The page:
The Veterans Affairs Department sees a future that includes a significant increase in its use of telemedicine as part of the medical services that it provides to veterans. However, current state medical licensing requirements create a roadblock that the VA would like to see removed.
Present VA Telemedicine
The VA is already a pioneer in the movement to augment patient services with the use of telehealth technologies. Last year there was a total of 2 million clinical encounters between veterans and doctors at remote locations. In fact, almost 12 percent of VA patients were involved in some kind of telemedicine treatment. The department spent $1.2 billion on such encounters, but the VA says that’s not enough. It wants to see changes to the rules that currently limit how telehealth care is provided.
Currently, most telehealth encounters for veterans occur with the patient at one VA facility and the doctor at another one. That’s allowed under the rules as long as the doctor has a license in at least one state. However, if the patient is not on federal property, for example, if he or she is at their home or a non-government medical clinic, the doctor is required to be licensed in the state where the patient is located. This limits the VA’s ability to fill gaps in the availability of specialty services, especially in rural areas. It also means that patients who travel or have multiple residences (snowbirds, for example) cannot enjoy the continuity of care that comes from seeing one provider.
How it’s Going to Happen
Speaking before the Senate Appropriations Committee, Dr. Kevin Galpin, executive director of telehealth services for the VA said, ““What we have in this country is there are certain places where there are just gaps in services. We need to look and say, ‘Where can’t you get a certain service in the VA? Where, for example, can’t you get neurology care, and where is that care also not available in the community?’ That’s on the top of our work list. We need to figure out a program so we can remote-in that care or do a hybrid model where we bring in some in-person and some remote care. And at our rural sites, if you lose one of your primary care providers, we don’t want to wait six months to a year to get someone else in there.”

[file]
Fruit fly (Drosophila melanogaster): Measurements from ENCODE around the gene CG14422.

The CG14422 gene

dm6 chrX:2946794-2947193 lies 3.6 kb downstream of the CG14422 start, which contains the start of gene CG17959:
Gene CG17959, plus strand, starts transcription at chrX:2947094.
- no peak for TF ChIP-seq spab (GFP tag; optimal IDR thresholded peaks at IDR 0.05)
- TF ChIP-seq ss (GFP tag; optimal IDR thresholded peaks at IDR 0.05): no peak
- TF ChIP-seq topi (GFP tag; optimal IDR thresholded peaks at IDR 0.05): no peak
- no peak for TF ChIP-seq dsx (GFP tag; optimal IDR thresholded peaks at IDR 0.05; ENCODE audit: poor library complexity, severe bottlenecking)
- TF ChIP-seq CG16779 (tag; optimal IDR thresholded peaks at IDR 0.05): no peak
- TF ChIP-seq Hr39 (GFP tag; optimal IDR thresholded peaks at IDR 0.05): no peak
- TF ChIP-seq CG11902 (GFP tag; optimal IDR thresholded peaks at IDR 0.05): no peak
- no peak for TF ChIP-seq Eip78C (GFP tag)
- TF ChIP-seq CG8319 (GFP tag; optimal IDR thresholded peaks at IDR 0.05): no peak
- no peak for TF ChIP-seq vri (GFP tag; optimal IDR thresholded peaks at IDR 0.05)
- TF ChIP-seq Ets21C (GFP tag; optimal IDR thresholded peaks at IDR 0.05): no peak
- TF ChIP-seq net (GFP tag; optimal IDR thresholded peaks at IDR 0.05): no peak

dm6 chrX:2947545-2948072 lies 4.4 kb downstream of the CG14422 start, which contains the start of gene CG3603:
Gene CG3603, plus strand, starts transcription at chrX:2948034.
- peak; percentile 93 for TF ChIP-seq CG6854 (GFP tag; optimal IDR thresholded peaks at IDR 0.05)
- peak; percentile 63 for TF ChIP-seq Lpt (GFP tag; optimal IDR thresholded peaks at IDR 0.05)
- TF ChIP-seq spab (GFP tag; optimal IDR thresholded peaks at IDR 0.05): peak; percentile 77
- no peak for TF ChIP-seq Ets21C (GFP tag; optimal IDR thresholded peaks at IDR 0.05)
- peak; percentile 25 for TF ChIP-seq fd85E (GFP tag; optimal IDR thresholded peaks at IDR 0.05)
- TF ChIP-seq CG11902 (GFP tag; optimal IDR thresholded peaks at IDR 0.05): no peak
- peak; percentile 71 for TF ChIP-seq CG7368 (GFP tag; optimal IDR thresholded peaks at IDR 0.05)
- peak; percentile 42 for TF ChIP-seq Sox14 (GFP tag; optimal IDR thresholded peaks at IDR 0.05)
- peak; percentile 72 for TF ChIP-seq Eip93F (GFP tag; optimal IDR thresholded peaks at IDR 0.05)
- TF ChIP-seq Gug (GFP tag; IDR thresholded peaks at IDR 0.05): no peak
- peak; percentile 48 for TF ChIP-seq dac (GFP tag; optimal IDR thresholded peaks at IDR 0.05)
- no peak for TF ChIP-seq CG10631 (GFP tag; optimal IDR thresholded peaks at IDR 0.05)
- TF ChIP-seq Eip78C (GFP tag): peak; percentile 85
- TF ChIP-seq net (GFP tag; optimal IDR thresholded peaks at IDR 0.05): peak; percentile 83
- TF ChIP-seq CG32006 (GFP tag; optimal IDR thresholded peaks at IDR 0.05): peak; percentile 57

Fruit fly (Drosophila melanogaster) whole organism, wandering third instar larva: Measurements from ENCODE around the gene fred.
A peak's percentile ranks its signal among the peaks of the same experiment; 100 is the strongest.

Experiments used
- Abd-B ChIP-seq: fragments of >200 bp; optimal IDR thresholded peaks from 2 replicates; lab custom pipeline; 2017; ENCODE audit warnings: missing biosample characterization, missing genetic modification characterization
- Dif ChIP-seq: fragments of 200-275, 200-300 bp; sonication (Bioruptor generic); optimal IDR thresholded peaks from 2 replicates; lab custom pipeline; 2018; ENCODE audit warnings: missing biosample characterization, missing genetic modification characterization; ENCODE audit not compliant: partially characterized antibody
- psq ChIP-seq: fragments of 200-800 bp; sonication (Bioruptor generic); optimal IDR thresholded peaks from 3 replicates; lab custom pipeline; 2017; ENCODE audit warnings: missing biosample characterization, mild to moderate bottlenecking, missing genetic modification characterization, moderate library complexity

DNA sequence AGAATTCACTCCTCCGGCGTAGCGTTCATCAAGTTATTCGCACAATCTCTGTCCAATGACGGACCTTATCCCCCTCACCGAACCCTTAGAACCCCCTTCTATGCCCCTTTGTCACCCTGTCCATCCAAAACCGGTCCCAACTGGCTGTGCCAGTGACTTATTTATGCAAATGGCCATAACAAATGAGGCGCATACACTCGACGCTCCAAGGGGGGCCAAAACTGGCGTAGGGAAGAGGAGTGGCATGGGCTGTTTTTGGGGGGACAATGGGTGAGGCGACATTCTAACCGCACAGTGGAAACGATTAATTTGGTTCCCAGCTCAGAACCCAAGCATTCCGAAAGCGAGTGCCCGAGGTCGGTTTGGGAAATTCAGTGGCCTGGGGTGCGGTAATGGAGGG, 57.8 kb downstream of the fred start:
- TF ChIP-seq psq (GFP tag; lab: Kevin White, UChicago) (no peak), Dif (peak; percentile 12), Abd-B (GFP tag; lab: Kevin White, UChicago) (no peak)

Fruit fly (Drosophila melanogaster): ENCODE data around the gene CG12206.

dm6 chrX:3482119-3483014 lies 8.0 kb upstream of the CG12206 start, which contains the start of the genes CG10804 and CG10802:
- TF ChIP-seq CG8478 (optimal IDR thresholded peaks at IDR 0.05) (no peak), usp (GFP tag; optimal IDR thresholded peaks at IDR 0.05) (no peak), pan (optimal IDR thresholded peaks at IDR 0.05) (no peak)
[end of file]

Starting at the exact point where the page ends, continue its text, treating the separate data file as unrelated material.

Galpin argued that Congress could leverage the Constitution’s supremacy clause to set aside state licensing regulations so that VA doctors don’t have to be licensed in the state where the patient happens to be located at the time.
“Legislation is really critical to realize our vision,” he continued. “We really need to be authorized to deliver care to a veteran in any location: libraries, post offices or academic sites, or any private site where a veteran can come for care.”
The VA has no plans to arbitrarily replace in-person care with telemedicine. The use of remote visits is up to the patient and dependent on their specific needs. The department acknowledges that telehealth isn’t the right solution for every problem, but it sees it as an important part of the future of caring for its patient population.
Members of the subcommittee seemed inclined to support the VA’s position, recognizing the enormous potential of providing services remotely and the potential to lower costs while maintaining high-quality care. Senator Brian Schatz of Hawaii pointed to the military community for its early successes in the field.
Access will Continue to Grow
“Telemedicine has the potential to revolutionize the quality, convenience, and cost-effectiveness of healthcare in this country in general, and for veterans in particular,” Schatz said. “And the VA and DoD have been real leaders in this.”
Whether current rules are relaxed or not, the VA intends to continue to expand access to care through telemedicine. Many of the current programs are managed by local facilities that don’t involve providing care across state lines. Those programs are expected to grow.
“Telehealth is just going to be integrated into our daily operations,” Galpin explained. “Probably every specialty is going to adopt some portion of remote care or virtual care to make their services more accessible. It’s just going to be a part of routine operations. When a veteran leaves a clinic appointment, there’s going to be the question, ‘How do we best deliver the next visit? Is it in-person? Is it by telephone? Is it by video? So, it’s just going to be kind of part of the regular routine and thought processes.”